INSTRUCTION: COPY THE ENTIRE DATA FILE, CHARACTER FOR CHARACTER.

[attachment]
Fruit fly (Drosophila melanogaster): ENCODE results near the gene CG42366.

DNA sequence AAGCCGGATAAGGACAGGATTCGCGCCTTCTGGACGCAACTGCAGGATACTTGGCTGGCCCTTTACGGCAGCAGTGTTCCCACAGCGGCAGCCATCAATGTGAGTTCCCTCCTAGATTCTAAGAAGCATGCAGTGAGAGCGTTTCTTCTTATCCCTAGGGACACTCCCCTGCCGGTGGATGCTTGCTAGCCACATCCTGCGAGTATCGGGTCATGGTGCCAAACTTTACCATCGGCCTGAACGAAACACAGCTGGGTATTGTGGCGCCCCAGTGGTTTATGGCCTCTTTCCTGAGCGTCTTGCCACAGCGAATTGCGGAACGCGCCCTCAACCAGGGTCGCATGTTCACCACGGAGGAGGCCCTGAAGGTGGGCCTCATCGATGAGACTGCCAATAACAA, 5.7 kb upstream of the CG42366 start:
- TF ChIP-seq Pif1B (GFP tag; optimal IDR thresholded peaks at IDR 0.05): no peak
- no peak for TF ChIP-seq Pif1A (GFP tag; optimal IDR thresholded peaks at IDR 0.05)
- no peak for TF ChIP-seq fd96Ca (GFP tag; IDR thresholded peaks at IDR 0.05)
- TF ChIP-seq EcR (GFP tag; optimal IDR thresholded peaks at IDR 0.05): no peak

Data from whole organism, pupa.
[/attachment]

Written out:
Fruit fly (Drosophila melanogaster): ENCODE results near the gene CG42366.

DNA sequence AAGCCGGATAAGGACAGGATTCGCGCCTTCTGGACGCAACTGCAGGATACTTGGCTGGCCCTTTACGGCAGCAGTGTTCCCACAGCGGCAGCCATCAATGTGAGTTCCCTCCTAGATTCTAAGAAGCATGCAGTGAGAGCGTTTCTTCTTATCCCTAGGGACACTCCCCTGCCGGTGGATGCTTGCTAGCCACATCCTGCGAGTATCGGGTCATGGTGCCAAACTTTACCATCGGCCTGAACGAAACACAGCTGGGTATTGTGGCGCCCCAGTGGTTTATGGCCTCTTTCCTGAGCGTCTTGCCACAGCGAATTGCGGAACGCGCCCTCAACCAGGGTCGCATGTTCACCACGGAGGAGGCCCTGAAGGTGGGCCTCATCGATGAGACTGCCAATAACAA, 5.7 kb upstream of the CG42366 start:
- TF ChIP-seq Pif1B (GFP tag; optimal IDR thresholded peaks at IDR 0.05): no peak
- no peak for TF ChIP-seq Pif1A (GFP tag; optimal IDR thresholded peaks at IDR 0.05)
- no peak for TF ChIP-seq fd96Ca (GFP tag; IDR thresholded peaks at IDR 0.05)
- TF ChIP-seq EcR (GFP tag; optimal IDR thresholded peaks at IDR 0.05): no peak

Data from whole organism, pupa.